Chinese container terminal reopens two weeks after Covid-19 closure

Operations have resumed at the Meshian trade zone and the container terminal in the Ningbo-Zhoushan port complex in southern China, local government officials from the Chinese city of Ningbo have confirmed.

The officials cited success in containing the recent outbreak of the Delta variant of Covid-19 in the region. However, it urged continued measures to prevent the reoccurrence and will be continuing strict testing regimes as part of China’s zero-tolerance policy for the virus.

Yard operations began shortly after midnight on August 25th. Two weeks earlier they had been ordered by the health authorities to suspend all operations after a single worker in the terminal complex tested positive for the virus.

Gate in-and-out operations resumed and were reported to be running normally. The port is urging businesses to prioritize the loading and unloading of stranded trucks.

Maersk has advised customers of the terminal’s reopening. It also reported that the Ningbo Bluedragon LongFei warehouse operation had also resumed and they said that it was expected that it would be completely back to normal on September 1st.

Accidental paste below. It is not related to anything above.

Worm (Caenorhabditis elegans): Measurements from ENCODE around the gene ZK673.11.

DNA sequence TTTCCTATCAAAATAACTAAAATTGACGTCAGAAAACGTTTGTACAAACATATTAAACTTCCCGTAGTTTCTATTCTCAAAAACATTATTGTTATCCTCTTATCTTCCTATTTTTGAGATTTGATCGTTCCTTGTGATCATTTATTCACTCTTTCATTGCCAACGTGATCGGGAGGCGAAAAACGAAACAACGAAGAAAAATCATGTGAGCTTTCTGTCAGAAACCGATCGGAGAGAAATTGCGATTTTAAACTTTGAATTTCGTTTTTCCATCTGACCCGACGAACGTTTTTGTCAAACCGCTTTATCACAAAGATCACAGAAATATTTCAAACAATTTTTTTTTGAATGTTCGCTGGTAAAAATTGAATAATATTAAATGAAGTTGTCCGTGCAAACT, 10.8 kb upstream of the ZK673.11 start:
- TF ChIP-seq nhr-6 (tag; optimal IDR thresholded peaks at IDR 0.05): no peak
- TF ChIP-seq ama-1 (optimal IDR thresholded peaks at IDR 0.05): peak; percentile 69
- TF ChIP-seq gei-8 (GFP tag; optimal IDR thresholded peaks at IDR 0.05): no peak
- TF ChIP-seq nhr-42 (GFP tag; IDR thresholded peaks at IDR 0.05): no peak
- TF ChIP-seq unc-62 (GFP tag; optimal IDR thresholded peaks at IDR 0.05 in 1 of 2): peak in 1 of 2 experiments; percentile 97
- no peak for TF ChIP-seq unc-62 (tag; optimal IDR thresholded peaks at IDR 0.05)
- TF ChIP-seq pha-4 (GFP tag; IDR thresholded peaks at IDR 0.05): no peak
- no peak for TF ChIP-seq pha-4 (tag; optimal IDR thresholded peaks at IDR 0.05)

Peter Sand, chief shipping analyst at BIMCO predicted that it “could take up to 60 days for operations at the port to return to normal as workers and maritime pilots return from quarantine. That meant that retailers around the world would face continued disruption as they moved to increase stock levels ahead of the holiday shopping season.

Tracking company Oceanbolt said that the congestion and backups had spread to many of China’s major ports. It reported that double the number of ships were waiting to access China’s 60 major ports.

Security consultant GardaWorld said in an advisory that “lingering delays are most likely to impact shipping services from Cosco, CMA CGM, and Evergreen, which primarily use the terminal. However, companies that have operations or store cargo in the Meishan free port area may continue to experience delays. Increased congestion is also likely to persist at nearby ports due to previous ship diversions.”